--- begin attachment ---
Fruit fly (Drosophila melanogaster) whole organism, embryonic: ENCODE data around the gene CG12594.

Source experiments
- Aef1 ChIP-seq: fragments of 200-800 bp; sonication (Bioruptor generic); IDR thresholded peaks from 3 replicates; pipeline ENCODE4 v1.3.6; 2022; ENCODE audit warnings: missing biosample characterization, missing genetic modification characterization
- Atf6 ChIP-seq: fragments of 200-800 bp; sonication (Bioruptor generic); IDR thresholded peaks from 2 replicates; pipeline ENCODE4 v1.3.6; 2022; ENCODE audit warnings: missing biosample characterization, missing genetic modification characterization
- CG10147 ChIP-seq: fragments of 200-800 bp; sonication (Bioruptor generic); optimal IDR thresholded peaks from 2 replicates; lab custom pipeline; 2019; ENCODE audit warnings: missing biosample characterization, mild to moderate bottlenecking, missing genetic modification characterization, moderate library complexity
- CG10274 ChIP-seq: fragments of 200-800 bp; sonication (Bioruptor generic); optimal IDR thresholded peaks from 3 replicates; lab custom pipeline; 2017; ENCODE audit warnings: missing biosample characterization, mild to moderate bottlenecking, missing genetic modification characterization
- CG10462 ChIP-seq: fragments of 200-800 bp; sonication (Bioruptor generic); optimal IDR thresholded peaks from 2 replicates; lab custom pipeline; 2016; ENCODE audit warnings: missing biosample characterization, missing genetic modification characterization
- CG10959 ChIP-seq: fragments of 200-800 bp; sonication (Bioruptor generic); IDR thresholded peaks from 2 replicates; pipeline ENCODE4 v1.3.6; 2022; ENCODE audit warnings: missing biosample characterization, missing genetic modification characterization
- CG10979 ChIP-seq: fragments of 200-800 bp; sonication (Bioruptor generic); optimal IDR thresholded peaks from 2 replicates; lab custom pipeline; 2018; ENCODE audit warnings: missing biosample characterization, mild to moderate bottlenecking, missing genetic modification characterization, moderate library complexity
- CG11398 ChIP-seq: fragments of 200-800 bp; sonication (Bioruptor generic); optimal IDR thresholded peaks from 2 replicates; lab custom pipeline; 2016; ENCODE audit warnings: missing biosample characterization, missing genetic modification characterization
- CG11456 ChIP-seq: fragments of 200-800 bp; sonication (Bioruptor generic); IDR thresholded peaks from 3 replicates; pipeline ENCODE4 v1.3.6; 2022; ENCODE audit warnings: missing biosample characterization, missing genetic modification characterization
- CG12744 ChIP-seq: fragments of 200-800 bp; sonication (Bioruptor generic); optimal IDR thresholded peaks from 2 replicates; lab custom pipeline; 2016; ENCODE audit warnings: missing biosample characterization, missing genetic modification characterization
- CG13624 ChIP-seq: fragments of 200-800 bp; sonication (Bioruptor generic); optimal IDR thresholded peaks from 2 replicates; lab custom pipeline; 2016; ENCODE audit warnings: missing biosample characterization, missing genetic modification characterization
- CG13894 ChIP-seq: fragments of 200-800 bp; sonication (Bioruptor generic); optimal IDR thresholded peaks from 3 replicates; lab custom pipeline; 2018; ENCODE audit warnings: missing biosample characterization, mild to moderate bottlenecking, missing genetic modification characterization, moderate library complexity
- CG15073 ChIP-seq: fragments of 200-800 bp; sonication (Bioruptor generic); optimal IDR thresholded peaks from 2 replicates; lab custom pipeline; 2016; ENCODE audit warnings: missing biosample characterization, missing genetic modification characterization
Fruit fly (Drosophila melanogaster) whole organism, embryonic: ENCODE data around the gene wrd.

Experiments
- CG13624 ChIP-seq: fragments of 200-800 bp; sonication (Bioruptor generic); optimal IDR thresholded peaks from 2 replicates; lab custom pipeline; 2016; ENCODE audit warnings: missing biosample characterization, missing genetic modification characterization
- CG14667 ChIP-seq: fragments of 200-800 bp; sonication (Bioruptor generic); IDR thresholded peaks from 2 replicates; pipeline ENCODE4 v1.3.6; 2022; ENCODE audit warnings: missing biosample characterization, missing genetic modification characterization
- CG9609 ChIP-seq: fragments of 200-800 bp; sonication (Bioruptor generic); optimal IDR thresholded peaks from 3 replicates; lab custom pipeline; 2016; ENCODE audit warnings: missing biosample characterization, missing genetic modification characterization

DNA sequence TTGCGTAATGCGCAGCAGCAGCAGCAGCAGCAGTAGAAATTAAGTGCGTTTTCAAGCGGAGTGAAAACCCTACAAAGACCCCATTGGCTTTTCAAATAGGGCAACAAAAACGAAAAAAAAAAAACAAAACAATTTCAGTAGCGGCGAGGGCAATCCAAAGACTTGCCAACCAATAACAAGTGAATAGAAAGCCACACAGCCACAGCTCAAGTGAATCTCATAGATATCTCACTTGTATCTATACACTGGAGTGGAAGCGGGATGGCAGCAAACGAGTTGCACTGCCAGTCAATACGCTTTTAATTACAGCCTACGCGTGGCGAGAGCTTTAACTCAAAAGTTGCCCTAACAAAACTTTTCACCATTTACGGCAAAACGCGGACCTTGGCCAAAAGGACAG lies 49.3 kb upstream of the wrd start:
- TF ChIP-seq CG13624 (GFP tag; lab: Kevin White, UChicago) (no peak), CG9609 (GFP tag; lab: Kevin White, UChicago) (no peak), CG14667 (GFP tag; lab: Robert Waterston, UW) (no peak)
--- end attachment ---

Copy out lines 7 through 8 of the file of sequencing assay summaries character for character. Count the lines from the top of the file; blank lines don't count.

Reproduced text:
- CG10462 ChIP-seq: fragments of 200-800 bp; sonication (Bioruptor generic); optimal IDR thresholded peaks from 2 replicates; lab custom pipeline; 2016; ENCODE audit warnings: missing biosample characterization, missing genetic modification characterization
- CG10959 ChIP-seq: fragments of 200-800 bp; sonication (Bioruptor generic); IDR thresholded peaks from 2 replicates; pipeline ENCODE4 v1.3.6; 2022; ENCODE audit warnings: missing biosample characterization, missing genetic modification characterization